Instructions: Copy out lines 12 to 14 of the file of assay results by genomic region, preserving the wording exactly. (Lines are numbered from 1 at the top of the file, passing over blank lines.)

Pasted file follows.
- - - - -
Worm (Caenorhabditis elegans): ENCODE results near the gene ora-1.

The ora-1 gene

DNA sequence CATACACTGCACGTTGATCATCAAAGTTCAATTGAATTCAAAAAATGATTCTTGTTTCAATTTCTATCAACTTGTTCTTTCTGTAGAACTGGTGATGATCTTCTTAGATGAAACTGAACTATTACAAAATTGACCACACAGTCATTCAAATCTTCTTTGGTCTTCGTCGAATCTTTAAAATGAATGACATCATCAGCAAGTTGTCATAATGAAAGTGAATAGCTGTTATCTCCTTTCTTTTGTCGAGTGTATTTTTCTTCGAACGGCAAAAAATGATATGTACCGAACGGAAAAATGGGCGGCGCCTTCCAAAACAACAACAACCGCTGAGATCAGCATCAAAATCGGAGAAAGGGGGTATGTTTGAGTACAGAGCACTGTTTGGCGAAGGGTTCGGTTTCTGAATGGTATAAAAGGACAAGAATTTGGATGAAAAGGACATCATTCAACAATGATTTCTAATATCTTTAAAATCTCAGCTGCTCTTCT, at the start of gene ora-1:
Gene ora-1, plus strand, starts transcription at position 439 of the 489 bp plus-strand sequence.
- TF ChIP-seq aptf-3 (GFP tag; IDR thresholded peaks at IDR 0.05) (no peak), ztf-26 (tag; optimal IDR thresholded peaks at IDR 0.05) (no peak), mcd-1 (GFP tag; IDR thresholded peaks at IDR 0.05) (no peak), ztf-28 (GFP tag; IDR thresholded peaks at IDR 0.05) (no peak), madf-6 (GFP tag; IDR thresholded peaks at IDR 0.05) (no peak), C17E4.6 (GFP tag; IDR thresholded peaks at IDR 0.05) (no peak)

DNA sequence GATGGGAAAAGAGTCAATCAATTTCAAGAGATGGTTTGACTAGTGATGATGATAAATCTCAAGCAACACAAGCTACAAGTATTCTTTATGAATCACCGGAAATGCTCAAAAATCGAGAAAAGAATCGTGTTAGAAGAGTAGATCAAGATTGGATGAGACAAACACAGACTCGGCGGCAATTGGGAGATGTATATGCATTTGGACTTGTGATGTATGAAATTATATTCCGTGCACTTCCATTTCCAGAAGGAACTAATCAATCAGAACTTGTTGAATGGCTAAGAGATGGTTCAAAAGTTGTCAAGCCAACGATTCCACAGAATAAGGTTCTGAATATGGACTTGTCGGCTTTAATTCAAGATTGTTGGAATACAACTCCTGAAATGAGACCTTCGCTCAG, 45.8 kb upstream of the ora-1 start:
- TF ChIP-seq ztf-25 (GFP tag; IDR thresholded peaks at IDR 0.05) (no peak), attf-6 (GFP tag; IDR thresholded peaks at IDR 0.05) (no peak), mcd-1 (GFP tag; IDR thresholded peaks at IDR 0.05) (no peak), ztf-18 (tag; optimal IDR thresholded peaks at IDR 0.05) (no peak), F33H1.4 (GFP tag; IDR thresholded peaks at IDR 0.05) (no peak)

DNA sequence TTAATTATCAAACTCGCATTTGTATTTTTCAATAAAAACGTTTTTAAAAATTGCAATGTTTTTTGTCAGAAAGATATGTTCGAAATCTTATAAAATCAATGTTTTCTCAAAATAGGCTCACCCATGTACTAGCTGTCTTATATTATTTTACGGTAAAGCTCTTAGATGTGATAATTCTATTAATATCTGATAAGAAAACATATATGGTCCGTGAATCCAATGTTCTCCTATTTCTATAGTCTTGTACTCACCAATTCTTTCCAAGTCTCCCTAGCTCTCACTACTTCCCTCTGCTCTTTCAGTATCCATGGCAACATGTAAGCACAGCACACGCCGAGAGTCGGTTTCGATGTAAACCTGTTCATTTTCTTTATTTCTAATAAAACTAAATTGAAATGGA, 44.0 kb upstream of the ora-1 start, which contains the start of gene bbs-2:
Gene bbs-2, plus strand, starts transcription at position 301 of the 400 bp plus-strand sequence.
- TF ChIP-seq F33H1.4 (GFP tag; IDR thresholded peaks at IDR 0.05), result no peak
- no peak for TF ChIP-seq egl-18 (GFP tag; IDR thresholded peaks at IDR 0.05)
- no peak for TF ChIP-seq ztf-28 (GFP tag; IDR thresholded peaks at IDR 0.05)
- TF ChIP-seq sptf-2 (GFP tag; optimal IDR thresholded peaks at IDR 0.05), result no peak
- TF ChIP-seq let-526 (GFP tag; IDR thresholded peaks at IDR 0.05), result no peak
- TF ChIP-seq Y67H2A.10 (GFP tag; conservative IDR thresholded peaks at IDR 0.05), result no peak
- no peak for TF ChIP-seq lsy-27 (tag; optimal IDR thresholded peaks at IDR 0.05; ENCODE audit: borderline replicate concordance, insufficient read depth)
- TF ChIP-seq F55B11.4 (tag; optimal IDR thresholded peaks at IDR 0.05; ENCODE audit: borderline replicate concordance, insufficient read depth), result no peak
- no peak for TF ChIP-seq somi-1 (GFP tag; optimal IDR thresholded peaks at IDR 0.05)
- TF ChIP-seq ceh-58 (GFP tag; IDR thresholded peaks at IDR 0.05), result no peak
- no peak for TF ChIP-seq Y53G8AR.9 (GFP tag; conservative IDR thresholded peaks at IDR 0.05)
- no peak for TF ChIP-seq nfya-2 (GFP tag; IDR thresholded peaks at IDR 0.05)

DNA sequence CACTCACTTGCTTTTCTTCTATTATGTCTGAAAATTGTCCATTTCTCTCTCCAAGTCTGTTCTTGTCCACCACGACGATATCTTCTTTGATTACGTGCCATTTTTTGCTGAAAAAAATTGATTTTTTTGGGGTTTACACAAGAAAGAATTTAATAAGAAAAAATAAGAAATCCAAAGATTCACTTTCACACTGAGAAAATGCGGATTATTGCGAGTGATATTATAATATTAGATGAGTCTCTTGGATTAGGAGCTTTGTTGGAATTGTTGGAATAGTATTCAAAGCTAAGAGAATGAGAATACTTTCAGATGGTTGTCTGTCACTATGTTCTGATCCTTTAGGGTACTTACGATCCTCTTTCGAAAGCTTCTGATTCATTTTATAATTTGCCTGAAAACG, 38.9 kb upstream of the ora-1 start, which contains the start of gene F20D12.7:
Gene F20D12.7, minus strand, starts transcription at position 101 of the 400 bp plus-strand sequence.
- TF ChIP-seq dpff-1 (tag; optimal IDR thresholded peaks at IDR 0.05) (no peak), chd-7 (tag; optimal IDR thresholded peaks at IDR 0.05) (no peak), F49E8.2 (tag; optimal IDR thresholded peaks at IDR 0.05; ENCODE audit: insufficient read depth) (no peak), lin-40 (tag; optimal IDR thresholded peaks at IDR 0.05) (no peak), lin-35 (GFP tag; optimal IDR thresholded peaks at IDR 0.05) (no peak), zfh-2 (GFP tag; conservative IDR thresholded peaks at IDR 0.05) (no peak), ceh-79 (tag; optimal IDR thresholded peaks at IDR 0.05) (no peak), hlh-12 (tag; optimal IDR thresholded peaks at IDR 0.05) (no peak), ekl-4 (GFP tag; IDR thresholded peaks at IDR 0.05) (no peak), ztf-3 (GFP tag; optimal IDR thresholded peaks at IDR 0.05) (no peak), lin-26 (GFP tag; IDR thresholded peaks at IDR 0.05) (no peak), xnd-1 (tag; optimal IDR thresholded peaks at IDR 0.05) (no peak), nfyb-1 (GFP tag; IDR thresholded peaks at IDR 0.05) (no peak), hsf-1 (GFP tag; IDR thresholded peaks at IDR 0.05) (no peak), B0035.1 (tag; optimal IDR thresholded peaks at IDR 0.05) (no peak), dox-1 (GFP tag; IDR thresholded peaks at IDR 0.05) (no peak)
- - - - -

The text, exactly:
- no peak for TF ChIP-seq ztf-28 (GFP tag; IDR thresholded peaks at IDR 0.05)
- TF ChIP-seq sptf-2 (GFP tag; optimal IDR thresholded peaks at IDR 0.05), result no peak
- TF ChIP-seq let-526 (GFP tag; IDR thresholded peaks at IDR 0.05), result no peak